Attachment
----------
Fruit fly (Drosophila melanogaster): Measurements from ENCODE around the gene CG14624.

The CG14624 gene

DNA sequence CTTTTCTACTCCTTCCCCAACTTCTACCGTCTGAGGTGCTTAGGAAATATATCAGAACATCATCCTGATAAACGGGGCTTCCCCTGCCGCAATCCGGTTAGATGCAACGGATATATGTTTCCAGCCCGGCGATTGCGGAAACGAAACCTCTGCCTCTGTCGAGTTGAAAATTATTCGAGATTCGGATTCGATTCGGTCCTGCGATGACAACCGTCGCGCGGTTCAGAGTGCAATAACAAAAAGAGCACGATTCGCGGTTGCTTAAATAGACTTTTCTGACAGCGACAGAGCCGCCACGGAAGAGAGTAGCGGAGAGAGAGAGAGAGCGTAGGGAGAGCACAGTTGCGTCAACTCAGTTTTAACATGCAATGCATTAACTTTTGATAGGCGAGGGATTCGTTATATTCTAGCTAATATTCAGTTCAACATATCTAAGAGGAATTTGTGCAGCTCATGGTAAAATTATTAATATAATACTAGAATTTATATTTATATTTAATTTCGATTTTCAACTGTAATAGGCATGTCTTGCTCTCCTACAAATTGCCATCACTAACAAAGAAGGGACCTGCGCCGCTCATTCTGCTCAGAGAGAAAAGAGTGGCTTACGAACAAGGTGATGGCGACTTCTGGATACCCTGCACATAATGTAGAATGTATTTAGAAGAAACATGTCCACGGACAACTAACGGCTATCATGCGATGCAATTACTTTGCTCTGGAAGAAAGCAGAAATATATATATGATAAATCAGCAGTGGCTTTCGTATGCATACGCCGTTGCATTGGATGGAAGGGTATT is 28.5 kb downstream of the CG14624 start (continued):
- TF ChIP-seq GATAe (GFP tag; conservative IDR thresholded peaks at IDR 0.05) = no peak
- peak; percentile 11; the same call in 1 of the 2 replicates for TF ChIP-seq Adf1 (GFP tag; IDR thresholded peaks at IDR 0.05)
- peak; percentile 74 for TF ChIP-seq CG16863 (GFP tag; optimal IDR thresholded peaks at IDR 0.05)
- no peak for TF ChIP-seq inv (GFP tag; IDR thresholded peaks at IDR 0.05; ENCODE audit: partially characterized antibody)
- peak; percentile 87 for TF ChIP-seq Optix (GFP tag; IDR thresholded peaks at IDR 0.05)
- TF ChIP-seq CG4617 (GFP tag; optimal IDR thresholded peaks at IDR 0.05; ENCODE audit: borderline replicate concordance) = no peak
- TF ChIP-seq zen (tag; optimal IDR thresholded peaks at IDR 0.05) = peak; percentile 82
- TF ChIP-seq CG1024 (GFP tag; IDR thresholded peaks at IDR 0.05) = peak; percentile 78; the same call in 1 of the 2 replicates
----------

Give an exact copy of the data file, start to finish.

Fruit fly (Drosophila melanogaster): Measurements from ENCODE around the gene CG14624.

The CG14624 gene

DNA sequence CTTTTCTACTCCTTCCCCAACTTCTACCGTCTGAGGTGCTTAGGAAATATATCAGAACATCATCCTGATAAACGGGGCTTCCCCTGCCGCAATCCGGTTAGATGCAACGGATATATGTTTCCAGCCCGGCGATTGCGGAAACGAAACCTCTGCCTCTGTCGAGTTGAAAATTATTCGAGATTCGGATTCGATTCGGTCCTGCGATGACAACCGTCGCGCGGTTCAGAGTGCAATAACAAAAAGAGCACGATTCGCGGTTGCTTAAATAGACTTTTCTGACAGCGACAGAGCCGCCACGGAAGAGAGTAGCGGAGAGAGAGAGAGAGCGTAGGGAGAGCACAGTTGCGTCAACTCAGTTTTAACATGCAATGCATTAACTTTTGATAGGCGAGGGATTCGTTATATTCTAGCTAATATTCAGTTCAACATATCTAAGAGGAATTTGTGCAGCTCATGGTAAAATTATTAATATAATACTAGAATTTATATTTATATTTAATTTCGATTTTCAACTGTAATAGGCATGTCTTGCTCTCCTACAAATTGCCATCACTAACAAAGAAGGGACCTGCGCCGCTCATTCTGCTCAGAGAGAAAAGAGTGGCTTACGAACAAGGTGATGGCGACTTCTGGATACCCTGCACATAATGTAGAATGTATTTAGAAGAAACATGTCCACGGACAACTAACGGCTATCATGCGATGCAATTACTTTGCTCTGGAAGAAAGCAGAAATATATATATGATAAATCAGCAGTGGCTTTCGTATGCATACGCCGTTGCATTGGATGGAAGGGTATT is 28.5 kb downstream of the CG14624 start (continued):
- TF ChIP-seq GATAe (GFP tag; conservative IDR thresholded peaks at IDR 0.05) = no peak
- peak; percentile 11; the same call in 1 of the 2 replicates for TF ChIP-seq Adf1 (GFP tag; IDR thresholded peaks at IDR 0.05)
- peak; percentile 74 for TF ChIP-seq CG16863 (GFP tag; optimal IDR thresholded peaks at IDR 0.05)
- no peak for TF ChIP-seq inv (GFP tag; IDR thresholded peaks at IDR 0.05; ENCODE audit: partially characterized antibody)
- peak; percentile 87 for TF ChIP-seq Optix (GFP tag; IDR thresholded peaks at IDR 0.05)
- TF ChIP-seq CG4617 (GFP tag; optimal IDR thresholded peaks at IDR 0.05; ENCODE audit: borderline replicate concordance) = no peak
- TF ChIP-seq zen (tag; optimal IDR thresholded peaks at IDR 0.05) = peak; percentile 82
- TF ChIP-seq CG1024 (GFP tag; IDR thresholded peaks at IDR 0.05) = peak; percentile 78; the same call in 1 of the 2 replicates